CAMBRIDGE, Mass. (Feb. 5)
Reports that Jewish students at Harvard Law School face bias when they apply at the college job placement office is under investigation by the Massachusetts Commission Against Discrimination, it was revealed here.
Walter Nolan, the commission’s executive secretary, said the investigation would be extended to other law schools in the state, as well, although there were no specific complaints of discrimination. School and college placement offices, he said, are, in effect, employment agencies and perhaps “discriminatory judgment” had been exercised in servicing applications.
This possibility, Mr. Noland said, had been brought to the attention of the Massachusetts commission by the New York State Commission on Human Rights, on the basis of an article in a recent issue of the Harvard Law Record. The publication quoted Eleanor Appel, head of the Harvard Law School placement office, who told an interviewer that “there is no question but that the Jewish boy is slower to receive an offer than a Gentile applicant.” She said she always reminds employers that state law forbids questions about religion.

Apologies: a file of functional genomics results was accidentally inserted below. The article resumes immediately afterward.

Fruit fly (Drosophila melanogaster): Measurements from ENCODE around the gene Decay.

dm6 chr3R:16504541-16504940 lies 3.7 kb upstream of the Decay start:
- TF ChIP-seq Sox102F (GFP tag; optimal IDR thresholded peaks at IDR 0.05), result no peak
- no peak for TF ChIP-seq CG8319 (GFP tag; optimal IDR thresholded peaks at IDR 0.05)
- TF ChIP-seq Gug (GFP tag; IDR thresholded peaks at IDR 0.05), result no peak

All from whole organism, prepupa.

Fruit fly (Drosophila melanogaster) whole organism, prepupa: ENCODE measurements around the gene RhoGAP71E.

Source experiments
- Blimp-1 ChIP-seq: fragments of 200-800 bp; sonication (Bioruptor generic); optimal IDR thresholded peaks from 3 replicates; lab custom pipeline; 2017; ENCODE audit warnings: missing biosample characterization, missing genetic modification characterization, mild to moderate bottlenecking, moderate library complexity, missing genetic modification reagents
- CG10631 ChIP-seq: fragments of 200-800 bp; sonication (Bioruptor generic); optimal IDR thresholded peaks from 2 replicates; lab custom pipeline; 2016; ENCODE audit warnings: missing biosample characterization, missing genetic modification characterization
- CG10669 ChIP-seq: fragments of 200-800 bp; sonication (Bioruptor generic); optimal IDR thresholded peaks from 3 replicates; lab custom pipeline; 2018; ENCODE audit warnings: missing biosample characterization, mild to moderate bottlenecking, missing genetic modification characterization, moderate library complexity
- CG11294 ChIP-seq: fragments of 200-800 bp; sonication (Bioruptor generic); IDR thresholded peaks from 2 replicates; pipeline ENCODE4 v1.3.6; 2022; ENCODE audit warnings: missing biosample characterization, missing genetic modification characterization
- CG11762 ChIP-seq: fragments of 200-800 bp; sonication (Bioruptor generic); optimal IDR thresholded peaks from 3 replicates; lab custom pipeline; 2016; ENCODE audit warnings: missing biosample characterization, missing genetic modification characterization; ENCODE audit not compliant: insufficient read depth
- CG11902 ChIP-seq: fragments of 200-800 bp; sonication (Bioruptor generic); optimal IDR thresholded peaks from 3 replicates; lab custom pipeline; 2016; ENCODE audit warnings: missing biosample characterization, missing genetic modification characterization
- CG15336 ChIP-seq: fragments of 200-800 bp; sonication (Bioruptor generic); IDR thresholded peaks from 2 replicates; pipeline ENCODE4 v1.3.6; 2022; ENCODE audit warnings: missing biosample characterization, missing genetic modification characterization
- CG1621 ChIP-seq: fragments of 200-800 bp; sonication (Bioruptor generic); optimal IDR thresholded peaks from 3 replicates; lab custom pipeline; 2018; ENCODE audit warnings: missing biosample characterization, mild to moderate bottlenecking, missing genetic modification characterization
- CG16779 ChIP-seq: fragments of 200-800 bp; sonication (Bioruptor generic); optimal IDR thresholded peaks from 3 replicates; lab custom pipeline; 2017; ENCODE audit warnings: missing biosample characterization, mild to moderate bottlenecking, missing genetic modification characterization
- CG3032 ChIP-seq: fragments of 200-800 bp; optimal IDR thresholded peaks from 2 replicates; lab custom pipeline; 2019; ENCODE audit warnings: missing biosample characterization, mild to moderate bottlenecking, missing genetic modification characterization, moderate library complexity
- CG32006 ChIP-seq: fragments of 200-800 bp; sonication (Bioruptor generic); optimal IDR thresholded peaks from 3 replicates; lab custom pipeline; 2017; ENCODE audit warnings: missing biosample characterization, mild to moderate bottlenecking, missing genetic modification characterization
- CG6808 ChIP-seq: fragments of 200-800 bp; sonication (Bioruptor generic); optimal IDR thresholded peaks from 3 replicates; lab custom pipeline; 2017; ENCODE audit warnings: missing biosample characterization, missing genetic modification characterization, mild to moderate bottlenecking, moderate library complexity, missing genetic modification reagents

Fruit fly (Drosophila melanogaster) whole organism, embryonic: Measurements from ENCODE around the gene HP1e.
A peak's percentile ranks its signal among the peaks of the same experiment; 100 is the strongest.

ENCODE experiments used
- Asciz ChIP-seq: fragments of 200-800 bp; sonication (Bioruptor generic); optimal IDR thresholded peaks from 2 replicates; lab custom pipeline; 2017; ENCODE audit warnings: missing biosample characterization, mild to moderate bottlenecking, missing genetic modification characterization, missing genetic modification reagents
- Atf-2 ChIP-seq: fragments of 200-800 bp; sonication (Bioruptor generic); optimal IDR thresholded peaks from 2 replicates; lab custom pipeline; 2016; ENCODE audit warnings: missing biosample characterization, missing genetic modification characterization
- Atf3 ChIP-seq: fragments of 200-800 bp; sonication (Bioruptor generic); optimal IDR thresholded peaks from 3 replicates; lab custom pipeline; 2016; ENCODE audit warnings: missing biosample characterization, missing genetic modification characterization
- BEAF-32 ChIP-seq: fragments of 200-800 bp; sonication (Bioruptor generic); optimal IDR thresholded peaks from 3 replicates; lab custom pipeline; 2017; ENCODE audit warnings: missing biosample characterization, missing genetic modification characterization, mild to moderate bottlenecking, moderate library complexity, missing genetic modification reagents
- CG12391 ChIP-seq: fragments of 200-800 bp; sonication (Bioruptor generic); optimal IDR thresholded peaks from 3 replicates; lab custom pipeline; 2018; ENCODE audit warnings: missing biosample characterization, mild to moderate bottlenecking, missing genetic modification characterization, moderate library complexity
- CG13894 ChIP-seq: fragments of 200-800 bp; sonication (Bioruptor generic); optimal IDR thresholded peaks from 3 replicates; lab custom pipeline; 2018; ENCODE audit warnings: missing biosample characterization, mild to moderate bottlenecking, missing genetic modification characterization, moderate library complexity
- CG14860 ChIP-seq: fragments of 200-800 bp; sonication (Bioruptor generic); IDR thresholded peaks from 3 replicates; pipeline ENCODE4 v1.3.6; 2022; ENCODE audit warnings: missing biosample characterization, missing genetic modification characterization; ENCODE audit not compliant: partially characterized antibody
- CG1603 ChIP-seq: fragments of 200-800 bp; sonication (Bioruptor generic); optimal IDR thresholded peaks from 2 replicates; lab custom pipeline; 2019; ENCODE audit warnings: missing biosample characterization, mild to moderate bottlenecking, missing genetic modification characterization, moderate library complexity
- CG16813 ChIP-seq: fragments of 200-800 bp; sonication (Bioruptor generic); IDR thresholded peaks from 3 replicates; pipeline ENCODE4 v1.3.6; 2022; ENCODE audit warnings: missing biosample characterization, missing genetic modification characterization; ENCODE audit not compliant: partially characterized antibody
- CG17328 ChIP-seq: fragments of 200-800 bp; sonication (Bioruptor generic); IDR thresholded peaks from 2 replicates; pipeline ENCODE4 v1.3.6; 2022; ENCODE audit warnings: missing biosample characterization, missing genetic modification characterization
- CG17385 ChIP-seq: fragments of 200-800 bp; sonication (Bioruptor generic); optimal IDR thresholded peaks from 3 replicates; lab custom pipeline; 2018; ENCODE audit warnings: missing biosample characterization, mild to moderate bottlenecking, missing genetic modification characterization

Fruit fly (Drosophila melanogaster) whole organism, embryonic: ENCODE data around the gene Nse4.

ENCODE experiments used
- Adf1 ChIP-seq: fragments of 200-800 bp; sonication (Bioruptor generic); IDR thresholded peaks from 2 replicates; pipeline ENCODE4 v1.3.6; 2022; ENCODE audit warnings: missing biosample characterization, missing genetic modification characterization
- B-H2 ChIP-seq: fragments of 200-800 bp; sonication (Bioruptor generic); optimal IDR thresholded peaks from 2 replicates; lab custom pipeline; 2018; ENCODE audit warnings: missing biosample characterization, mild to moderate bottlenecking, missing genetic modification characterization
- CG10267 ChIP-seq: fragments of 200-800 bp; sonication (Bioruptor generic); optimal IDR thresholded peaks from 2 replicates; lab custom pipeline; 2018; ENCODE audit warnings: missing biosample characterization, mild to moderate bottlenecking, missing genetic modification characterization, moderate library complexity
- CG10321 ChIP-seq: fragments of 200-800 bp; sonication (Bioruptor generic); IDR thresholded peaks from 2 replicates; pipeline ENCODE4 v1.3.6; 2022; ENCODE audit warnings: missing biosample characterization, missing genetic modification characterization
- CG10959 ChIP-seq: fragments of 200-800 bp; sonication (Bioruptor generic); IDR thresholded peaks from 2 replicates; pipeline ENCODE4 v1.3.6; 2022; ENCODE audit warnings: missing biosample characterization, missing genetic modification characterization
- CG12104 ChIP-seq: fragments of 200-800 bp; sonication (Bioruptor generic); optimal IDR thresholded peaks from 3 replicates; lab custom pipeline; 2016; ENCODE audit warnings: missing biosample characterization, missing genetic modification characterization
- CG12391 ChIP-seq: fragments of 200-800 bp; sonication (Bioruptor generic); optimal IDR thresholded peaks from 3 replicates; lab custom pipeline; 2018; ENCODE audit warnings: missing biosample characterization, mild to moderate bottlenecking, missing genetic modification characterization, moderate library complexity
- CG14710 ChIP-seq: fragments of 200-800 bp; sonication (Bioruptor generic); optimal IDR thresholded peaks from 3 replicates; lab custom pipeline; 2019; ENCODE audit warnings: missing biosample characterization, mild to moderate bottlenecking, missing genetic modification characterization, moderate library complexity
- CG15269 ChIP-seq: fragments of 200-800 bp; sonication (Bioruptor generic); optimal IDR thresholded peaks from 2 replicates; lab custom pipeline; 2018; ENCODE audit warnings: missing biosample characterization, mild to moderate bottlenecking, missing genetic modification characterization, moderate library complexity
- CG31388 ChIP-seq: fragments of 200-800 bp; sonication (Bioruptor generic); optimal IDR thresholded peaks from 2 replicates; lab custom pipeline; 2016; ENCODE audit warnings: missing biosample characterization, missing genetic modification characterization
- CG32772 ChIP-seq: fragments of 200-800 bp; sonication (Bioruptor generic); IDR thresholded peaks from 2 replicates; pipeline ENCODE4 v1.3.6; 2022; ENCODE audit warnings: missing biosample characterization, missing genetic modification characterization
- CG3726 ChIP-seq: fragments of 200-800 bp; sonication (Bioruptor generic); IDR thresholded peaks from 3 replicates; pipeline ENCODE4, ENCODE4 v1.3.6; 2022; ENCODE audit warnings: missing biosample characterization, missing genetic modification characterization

Dean Erwin N. Griswold, of the Harvard Law School, a member of the Federal Civil Rights Commission, said that, while school policy was nondiscriminatory, he had appointed a faculty-student committee to make recommendations to spell out policies for future guidance.